• Nottingham Contemporary
  • Broadway Cinema and Media Centre
  • Antenna Media Centre
  • LeftLion.

Assessment methods

  • Year 1 coursework (70%) and written (30%)
  • Year 2 coursework (100%)
  • Year 3 coursework (100%)

Contact hours

A full-time student on average can expect to spend 1200 hours a year learning which will typically be broken down as follows:

  • Year 1 lectures/seminars/workshops (25%), independent study (75%)
  • Year 2 lectures/seminars/workshops (22%), independent study (76%) and placements (2%)
  • Year 3 lectures/seminars/workshops (20%), independent study (80%)

92% of Media students would recommend studying at NTU (NSS 2018).

Careers and employability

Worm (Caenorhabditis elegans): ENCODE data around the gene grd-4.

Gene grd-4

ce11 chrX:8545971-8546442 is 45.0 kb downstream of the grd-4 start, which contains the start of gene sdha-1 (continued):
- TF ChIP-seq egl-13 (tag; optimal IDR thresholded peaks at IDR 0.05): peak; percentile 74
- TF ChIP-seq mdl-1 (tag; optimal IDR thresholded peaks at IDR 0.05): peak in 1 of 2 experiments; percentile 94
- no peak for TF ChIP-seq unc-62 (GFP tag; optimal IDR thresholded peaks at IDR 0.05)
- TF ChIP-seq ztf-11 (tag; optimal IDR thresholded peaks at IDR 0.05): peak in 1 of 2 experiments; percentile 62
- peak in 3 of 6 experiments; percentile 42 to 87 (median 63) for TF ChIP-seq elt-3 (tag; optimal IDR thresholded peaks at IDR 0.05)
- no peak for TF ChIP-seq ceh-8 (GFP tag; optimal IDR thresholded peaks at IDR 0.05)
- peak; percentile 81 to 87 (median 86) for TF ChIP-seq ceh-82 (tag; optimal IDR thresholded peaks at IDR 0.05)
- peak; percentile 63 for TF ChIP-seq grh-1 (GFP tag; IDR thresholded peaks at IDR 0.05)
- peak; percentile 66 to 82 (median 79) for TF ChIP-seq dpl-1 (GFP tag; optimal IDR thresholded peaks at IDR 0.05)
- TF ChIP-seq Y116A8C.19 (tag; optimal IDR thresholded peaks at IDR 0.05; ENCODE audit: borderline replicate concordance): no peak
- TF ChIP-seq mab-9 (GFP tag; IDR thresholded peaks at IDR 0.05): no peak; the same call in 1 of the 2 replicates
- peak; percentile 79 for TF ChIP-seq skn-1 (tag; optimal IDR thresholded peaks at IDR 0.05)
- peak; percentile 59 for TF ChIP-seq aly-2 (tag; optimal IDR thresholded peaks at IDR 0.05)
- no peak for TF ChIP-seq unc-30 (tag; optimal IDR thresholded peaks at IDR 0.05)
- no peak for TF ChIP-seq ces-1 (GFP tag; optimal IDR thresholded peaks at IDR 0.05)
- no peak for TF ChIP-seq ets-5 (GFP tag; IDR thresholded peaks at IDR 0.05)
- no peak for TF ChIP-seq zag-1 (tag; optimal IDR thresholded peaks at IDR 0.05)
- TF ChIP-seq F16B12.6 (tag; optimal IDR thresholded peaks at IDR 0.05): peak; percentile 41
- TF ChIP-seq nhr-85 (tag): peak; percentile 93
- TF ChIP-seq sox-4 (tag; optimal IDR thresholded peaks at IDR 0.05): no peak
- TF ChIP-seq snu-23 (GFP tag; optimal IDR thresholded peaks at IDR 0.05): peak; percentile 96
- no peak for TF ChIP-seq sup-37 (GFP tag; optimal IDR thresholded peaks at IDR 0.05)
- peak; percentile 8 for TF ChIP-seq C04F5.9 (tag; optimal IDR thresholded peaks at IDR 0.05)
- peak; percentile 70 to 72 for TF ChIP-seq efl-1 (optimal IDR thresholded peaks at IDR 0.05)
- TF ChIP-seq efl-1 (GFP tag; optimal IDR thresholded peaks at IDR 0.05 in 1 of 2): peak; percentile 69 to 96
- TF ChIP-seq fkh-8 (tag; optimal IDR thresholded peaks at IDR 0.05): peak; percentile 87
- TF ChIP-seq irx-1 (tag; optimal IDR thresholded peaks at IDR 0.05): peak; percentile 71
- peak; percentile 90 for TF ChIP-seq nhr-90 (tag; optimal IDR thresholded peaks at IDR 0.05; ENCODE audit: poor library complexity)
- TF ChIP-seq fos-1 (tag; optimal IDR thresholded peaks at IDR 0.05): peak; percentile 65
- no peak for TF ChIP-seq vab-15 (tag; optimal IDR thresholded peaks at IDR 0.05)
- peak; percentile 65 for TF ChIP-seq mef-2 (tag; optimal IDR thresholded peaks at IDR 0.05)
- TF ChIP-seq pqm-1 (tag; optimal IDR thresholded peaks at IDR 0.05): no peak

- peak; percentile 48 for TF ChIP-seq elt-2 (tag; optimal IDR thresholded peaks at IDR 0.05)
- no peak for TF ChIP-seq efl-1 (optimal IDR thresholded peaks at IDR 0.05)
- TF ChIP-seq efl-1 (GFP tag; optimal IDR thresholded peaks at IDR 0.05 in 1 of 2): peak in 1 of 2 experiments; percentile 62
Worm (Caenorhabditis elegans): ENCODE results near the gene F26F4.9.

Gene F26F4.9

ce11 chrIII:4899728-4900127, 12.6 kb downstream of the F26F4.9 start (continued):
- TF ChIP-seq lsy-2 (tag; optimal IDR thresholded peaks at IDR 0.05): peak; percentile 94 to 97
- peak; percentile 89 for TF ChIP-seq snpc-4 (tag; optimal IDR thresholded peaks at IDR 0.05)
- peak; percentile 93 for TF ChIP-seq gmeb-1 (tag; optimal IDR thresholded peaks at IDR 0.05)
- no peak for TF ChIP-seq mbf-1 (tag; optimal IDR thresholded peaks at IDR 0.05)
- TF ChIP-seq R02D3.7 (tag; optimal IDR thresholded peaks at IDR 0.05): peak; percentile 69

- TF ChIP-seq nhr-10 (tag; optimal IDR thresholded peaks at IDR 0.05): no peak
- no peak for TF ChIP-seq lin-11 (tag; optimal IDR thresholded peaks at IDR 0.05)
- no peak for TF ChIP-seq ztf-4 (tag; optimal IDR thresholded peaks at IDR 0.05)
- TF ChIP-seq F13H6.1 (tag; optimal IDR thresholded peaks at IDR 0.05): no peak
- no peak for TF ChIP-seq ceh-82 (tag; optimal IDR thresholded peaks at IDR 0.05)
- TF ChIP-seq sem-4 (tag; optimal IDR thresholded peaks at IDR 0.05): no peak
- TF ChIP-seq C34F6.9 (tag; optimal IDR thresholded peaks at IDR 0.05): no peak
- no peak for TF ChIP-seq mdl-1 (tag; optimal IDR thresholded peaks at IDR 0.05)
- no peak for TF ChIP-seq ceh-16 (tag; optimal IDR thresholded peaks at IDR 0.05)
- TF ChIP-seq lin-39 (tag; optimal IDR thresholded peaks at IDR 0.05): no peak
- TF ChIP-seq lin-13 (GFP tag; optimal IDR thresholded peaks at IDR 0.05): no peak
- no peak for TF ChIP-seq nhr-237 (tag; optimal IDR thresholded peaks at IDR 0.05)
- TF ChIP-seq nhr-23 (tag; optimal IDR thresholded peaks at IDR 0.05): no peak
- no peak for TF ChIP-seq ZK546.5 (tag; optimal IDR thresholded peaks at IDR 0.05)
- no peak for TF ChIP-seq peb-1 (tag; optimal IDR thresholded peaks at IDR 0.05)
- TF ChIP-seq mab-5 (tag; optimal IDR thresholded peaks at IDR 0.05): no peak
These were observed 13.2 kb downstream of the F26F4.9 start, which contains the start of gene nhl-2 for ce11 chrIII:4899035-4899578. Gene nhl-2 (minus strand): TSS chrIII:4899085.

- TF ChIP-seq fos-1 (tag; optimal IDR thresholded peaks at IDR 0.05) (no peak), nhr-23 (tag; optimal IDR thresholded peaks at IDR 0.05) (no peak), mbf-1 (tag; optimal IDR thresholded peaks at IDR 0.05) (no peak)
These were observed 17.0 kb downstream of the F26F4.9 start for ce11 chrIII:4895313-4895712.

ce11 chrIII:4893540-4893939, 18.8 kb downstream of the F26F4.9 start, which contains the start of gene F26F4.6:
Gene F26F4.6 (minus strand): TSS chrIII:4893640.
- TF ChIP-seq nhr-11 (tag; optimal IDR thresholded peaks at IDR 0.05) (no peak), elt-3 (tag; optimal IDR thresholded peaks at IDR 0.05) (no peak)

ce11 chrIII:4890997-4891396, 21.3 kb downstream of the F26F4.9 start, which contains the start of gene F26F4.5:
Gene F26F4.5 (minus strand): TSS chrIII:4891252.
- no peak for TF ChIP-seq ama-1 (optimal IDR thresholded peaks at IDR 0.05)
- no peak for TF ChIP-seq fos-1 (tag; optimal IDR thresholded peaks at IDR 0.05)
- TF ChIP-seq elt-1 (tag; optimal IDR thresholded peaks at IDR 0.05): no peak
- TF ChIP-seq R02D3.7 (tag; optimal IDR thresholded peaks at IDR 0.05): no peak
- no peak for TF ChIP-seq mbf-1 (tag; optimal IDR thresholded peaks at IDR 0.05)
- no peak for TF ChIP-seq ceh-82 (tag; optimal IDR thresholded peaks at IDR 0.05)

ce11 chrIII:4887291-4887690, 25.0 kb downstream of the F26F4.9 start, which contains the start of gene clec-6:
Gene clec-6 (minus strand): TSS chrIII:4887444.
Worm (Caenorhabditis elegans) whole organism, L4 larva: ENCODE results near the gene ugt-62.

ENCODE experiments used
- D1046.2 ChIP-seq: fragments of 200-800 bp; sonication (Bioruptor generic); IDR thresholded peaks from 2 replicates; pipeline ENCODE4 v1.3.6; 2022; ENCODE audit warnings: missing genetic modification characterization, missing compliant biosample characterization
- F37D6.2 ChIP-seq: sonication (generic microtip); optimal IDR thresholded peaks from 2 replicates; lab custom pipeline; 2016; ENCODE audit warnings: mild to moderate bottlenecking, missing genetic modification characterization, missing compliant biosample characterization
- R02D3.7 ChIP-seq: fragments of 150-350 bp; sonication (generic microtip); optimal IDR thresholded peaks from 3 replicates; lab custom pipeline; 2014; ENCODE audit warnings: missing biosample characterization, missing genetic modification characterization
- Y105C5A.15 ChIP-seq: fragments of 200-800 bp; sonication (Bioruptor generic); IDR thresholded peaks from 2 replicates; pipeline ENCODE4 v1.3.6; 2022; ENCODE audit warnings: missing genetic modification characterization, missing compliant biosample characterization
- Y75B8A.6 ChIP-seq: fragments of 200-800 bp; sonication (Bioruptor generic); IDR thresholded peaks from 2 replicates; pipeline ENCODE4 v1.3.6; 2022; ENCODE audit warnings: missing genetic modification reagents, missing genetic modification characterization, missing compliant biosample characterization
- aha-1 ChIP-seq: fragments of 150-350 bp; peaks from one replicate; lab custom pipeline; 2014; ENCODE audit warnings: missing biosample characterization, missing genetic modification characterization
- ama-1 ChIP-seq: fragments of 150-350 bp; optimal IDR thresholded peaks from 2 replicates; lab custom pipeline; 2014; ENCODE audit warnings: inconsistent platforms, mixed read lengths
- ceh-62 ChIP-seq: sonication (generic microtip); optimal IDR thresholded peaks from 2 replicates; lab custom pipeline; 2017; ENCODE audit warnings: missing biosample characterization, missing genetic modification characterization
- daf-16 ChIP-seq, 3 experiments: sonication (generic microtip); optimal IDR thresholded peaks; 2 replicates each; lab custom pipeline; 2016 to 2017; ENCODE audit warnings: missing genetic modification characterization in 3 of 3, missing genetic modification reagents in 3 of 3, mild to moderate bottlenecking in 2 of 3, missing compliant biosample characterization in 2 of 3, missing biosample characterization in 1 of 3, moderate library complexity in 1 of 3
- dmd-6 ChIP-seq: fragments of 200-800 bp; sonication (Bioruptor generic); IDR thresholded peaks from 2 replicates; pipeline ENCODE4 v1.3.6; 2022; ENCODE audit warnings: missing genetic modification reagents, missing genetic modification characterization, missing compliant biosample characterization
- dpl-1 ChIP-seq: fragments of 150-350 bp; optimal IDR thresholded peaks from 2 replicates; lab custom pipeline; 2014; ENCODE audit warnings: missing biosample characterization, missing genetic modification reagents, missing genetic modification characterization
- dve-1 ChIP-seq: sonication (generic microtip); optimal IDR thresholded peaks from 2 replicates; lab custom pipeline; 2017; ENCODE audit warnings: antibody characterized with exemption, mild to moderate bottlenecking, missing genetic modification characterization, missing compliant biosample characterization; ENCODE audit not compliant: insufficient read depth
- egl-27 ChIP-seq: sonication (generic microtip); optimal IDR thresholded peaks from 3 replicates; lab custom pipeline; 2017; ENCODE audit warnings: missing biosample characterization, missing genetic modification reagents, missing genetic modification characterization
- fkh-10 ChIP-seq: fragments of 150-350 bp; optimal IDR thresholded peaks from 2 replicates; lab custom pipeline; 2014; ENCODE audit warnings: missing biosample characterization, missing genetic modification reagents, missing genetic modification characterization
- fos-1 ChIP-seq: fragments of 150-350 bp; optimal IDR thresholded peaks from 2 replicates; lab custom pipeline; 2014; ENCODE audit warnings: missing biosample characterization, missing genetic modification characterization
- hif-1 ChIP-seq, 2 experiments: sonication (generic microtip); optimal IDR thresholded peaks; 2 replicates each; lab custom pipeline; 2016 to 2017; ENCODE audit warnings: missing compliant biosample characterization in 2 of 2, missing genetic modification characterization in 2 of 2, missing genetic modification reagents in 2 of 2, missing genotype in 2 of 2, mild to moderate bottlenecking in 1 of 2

Your career development

You’ll graduate with cutting-edge knowledge and skills that will prepare you for work in the media industries, as well as a wide range of other professional, commercial and community-based occupations.

…at university

Employability is a key focus of this course, with many initiatives in place to help enhance your future career.

Examples of these are:

  • work placements within the media and creative industries
  • live media project work with industry clients
  • visiting alumni and guest speakers from industry
  • links to charity organisations needing media support
  • links to local festivals including GameCity and Southwell Folk Festival needing media and AV support to build student experience
  • technical support and advice for students entering local/national/international media awards and competitions.

… on graduation

Recent NTU graduates have gone onto jobs in:

  • TV production
  • media policy-making and administration in the public and private sectors
  • PR, marketing, promotions, and advertising
  • film production and distribution
  • newspaper and magazine journalism